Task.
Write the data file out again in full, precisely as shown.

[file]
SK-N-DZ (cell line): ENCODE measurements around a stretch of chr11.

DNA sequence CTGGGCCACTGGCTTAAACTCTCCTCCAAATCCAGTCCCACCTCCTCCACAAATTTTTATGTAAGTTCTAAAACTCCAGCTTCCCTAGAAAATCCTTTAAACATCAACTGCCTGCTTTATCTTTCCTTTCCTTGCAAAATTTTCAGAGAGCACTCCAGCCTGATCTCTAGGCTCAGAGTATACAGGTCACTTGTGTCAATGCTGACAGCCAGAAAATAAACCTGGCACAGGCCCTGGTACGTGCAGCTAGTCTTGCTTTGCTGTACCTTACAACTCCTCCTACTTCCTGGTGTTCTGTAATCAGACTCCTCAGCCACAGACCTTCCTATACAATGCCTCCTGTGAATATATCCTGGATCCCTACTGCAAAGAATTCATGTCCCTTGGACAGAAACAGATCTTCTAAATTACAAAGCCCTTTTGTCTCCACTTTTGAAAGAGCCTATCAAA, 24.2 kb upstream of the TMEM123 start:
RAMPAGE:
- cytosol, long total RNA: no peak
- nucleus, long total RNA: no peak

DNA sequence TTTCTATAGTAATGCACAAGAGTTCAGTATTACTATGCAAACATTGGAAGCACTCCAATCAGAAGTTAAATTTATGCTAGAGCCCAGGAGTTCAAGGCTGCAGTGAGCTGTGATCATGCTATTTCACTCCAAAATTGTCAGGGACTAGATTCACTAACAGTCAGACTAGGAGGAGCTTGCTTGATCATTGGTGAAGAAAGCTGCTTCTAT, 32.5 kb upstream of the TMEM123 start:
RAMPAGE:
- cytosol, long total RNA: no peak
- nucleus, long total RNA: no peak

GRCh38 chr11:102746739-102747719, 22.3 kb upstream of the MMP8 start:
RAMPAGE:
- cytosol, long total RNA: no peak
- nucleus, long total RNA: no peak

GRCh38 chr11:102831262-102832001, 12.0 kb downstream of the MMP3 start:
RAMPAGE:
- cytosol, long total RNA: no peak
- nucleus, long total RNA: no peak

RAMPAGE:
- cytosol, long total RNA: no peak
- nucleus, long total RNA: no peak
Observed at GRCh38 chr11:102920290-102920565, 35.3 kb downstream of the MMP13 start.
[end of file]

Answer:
SK-N-DZ (cell line): ENCODE measurements around a stretch of chr11.

DNA sequence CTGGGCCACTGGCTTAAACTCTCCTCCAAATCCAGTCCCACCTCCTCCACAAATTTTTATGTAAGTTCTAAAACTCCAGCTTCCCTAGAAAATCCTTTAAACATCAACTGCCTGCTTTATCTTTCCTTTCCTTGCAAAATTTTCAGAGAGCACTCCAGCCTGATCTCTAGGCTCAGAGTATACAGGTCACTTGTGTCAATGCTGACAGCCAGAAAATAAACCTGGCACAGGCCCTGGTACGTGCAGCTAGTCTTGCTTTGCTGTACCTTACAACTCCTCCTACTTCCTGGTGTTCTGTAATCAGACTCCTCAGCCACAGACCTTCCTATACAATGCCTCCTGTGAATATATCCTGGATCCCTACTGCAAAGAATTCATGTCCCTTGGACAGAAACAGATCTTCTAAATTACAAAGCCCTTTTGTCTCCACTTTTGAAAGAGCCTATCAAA, 24.2 kb upstream of the TMEM123 start:
RAMPAGE:
- cytosol, long total RNA: no peak
- nucleus, long total RNA: no peak

DNA sequence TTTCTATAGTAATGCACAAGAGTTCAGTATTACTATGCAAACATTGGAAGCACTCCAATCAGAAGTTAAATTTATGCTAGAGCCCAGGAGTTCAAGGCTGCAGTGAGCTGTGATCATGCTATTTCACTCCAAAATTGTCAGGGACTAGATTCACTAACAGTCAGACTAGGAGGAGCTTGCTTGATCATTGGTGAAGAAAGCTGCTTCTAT, 32.5 kb upstream of the TMEM123 start:
RAMPAGE:
- cytosol, long total RNA: no peak
- nucleus, long total RNA: no peak

GRCh38 chr11:102746739-102747719, 22.3 kb upstream of the MMP8 start:
RAMPAGE:
- cytosol, long total RNA: no peak
- nucleus, long total RNA: no peak

GRCh38 chr11:102831262-102832001, 12.0 kb downstream of the MMP3 start:
RAMPAGE:
- cytosol, long total RNA: no peak
- nucleus, long total RNA: no peak

RAMPAGE:
- cytosol, long total RNA: no peak
- nucleus, long total RNA: no peak
Observed at GRCh38 chr11:102920290-102920565, 35.3 kb downstream of the MMP13 start.